The ban also fails to acknowledge girls who are pregnant as a result of rape. Seventeen-year-old Isatu Gbanky was a student in Sierra Leone but was not allowed to return to school after it reopened because she was pregnant. Isatu said, “I was raped by a fellow student. He forced me to have sex while I was fetching water for my family. I hope the government makes an exception for girls like me.”

Isatu’s story is unfortunately not unique, but the government has yet to lift the ban on pregnancy for either rape victims or those who became pregnant through consensual sex. However, there is hope that the ban will end soon. The UN Population Fund (UNFPA), Irish Aid and the Department for International Development are working with Sierra Leone, and may be able to come to an agreement over a temporary solution which would involve pregnant girls getting a formal education outside the classroom. Since teenage pregnancy rates in Sierra Leone are so high, if this agreement is reached, it will be extremely significant for education levels throughout the country.

Pregnant girls attending school does not cause higher pregnancy rates. If Sierra Leone wants to lower its rate of teenage pregnancies, it needs to focus on making school cheaper and more accessible, rather than banning pregnant girls who want to attend. Girls who know that they can gain an education and have a future are less likely to get pregnant and more likely to focus on their schooling.

Ashrita Rau

Sources: The Guardian, NPR, VOA, NY Times
Photo: The Huffington Post

child development
Playing is fun! The importance of play goes beyond simply passing time or seeking health benefits. A study completed by scientist Jaak Panksepp supports the pre-existing hypothesis that play is critical to child development.

Panksepp, along with others in the scientific community, theorizes that humans, as social animals, need play to learn social rules and cues. Through sports, people form communication skills, learn cooperation and leadership and come to better understand others.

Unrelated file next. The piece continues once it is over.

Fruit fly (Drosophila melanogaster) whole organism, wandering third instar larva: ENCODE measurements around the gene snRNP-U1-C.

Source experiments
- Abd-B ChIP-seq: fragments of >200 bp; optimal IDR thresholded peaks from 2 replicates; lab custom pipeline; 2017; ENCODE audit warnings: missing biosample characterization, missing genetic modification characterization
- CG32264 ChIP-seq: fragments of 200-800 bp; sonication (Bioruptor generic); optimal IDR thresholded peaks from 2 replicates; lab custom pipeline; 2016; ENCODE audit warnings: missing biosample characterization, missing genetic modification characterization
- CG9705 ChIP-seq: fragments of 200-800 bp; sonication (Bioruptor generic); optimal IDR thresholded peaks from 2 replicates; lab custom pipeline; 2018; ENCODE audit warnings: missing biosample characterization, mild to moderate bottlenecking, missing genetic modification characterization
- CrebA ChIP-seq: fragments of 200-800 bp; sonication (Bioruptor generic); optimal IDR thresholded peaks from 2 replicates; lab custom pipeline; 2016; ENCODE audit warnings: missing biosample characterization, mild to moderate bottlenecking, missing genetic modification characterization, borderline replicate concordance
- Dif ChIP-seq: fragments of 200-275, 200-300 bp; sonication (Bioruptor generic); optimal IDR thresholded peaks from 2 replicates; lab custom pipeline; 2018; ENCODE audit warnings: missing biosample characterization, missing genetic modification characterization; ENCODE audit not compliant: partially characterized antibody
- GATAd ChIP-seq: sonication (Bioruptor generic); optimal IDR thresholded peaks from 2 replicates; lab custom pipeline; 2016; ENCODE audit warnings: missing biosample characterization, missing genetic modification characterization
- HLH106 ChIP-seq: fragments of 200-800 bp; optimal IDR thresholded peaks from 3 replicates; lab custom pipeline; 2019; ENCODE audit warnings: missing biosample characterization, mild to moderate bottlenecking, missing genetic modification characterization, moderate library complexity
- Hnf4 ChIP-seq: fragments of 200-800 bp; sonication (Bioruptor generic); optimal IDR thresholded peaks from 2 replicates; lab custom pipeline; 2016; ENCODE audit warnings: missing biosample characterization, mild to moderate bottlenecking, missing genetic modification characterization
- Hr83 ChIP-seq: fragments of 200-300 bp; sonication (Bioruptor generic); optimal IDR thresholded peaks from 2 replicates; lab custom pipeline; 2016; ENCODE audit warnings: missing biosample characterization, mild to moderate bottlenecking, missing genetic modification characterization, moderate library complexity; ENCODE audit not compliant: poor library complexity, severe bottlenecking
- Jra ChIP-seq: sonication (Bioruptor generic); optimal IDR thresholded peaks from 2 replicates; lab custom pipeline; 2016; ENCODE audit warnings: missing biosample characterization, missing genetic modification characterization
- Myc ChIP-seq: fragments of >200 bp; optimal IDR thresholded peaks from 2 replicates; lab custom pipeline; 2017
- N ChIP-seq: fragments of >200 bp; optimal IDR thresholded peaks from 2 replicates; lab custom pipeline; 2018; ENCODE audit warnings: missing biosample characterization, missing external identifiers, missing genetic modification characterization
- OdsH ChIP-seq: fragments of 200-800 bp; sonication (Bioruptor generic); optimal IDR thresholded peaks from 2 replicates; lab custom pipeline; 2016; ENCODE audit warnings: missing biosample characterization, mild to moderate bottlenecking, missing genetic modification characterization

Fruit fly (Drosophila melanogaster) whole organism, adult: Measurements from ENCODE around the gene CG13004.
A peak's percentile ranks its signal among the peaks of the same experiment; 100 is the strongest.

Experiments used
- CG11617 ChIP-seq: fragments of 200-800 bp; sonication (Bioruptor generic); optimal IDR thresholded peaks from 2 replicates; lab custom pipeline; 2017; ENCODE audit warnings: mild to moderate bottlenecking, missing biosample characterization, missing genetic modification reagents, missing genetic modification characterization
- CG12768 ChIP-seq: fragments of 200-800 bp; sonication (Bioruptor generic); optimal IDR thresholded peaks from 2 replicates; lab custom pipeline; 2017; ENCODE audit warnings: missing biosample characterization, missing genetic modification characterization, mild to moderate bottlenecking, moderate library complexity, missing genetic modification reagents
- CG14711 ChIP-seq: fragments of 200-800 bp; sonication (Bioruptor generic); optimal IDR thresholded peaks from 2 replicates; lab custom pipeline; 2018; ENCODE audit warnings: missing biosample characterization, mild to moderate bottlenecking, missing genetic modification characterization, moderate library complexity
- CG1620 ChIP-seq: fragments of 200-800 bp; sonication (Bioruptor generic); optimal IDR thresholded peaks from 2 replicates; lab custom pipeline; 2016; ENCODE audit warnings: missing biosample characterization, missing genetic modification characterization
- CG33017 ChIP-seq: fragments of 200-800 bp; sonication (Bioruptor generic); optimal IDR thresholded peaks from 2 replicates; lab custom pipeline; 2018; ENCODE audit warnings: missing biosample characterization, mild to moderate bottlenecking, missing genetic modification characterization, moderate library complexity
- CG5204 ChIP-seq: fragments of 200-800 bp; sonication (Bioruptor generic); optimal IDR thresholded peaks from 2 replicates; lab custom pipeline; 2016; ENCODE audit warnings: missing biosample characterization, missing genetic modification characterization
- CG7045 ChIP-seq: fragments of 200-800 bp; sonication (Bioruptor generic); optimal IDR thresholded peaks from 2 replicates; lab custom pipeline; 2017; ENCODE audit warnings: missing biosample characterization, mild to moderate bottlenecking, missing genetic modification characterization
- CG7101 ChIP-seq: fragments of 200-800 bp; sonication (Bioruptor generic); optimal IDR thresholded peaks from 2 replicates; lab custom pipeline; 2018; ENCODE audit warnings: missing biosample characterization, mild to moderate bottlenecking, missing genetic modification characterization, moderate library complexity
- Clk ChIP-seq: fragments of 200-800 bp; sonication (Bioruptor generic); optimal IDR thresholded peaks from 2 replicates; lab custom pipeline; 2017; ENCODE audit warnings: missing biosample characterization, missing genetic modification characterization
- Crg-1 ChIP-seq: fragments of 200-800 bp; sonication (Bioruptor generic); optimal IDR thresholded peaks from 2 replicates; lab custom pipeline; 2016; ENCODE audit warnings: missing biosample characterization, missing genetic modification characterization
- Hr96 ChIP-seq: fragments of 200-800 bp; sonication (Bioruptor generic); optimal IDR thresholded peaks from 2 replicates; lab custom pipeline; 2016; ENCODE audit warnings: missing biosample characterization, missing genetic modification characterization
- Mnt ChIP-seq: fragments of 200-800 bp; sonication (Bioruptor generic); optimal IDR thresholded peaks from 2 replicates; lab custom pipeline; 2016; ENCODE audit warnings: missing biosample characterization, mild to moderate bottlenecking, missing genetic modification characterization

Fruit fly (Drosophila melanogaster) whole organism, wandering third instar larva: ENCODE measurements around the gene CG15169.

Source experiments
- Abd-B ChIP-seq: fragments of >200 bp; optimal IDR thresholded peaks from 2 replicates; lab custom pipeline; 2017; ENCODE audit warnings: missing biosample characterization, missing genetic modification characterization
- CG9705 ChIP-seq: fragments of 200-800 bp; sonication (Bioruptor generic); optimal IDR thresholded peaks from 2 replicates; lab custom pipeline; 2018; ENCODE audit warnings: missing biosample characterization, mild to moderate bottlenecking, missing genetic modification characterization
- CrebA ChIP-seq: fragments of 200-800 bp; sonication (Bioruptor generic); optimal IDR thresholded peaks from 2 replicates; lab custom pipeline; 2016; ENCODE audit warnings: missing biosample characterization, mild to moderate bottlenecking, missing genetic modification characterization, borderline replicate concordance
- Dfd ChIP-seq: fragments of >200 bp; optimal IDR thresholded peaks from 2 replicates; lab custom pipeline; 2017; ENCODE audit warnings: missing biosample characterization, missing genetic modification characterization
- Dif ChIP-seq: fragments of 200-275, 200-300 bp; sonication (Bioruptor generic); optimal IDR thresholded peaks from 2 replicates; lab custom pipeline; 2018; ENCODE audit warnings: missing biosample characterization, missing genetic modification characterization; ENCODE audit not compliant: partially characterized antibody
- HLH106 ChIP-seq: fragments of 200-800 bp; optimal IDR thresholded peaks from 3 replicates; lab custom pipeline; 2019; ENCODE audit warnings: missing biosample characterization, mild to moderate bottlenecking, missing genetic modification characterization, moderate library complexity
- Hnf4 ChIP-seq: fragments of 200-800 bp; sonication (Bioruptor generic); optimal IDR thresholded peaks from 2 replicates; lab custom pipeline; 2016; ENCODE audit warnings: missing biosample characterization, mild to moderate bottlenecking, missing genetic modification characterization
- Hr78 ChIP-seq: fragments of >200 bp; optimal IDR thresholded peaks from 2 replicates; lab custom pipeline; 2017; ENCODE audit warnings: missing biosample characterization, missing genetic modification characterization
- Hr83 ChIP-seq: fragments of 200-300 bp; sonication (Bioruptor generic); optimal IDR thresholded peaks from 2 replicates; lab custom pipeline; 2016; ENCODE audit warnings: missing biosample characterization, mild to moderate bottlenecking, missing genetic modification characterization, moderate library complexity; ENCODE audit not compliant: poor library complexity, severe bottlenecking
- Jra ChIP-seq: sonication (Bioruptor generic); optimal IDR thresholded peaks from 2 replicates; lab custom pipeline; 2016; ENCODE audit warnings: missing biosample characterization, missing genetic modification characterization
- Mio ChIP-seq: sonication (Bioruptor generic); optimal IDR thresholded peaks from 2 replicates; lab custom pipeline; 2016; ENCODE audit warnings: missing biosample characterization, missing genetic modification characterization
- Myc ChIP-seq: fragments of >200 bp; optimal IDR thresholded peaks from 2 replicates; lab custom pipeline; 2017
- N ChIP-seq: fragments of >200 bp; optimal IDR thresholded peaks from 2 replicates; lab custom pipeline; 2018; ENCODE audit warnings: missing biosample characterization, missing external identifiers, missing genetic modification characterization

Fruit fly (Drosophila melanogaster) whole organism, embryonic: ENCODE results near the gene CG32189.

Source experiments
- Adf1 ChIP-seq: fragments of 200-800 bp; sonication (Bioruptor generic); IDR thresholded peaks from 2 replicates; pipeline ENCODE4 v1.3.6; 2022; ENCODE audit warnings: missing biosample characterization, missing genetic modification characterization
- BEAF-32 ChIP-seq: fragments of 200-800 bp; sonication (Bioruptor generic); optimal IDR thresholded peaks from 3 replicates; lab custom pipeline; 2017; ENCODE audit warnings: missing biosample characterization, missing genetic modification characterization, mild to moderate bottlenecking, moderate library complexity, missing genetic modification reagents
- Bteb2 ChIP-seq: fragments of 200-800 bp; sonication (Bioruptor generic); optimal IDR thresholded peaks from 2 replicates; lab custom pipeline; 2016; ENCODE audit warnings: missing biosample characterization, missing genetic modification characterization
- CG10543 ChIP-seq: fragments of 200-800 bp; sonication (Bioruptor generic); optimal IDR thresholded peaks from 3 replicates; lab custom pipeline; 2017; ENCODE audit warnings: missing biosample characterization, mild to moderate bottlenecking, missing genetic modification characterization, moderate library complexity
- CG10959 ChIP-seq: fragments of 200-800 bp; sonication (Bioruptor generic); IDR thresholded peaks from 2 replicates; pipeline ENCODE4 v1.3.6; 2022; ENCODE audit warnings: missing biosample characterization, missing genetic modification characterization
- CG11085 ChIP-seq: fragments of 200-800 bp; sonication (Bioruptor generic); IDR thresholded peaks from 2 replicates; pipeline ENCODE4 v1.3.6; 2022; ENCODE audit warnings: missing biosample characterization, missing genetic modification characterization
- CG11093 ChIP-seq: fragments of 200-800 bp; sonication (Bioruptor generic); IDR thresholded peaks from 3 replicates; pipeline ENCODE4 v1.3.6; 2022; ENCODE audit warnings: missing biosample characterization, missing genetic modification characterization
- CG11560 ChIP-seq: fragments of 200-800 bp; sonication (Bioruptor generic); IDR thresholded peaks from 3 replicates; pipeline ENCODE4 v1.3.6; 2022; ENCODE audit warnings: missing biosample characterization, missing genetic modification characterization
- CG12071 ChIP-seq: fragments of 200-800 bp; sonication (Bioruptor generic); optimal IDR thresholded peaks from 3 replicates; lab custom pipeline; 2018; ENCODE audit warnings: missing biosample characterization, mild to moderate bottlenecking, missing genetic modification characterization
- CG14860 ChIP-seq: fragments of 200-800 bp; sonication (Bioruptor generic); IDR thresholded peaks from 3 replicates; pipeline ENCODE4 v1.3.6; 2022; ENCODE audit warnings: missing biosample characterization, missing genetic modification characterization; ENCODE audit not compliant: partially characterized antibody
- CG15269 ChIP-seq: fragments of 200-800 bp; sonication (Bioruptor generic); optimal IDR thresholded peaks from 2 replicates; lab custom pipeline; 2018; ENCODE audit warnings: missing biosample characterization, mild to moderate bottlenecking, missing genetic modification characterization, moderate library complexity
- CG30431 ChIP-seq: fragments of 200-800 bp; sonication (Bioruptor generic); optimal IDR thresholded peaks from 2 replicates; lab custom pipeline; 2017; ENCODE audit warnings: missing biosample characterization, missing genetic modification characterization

To test this idea, Panksepp experimented with rats. He isolated one group so they could not play, while allowing another group to play. When both groups were placed in the same cage, the rats that received more stimulation were better able to interact and mate than the rats that were not allowed to play.

A comparable study done on kittens by a different group of scientists observed similar results. The young cats that were unable to play failed to acquire certain social skills. And although the kittens that were deprived of play could still hunt well, they were more aggressive and had trouble fitting in socially with other cats.

Lack of play, especially at a young age, proves to be a serious problem. Panksepp concluded that, with play, both humans and animals learn to live in social groups, build relationships, express emotions and master skills that do not come instinctively.

The importance of play for child development cannot be understated, according to Panksepp and many others concerned with the health and well being of young people.

The U.N. and UNICEF hold play as a fundamental right for every child, and protect that right under Article 31 of the Convention of Right of the Child. Sport and recreation are essential components of a child’s education, allowing children to gain confidence and lead healthier, more balanced lives.

Unfortunately, children living in poverty and areas of conflict are the most deprived of play.

Children are denied their rights when they are forced to work at a young age. In an effort to support their families, poor children drop out of school and work long and hard jobs. Across the world, there are over 168 million child laborers. Laboring like adults prevents them from playing and gaining the important life skills that come with play.

War and violence also keep children from play. Those in conflict zones live in constant fear and cannot run and have fun outside. With current conflicts raging in Gaza, Iraq and Syria, to name a few, the impact of war on children’s lives today is extensive and pervasive.

Without play, children living in poverty and conflict are denied essential interactions. Childhood is a critical period to set the foundations for healthy development, and play acts as an important component to this growth. The study completed by Panksepp suggests that the conditions experienced by children in poverty and conflict can have long-term negative consequences on their development.

– Kathleen Egan

Sources: NPR, UNICEF, International Labor Organization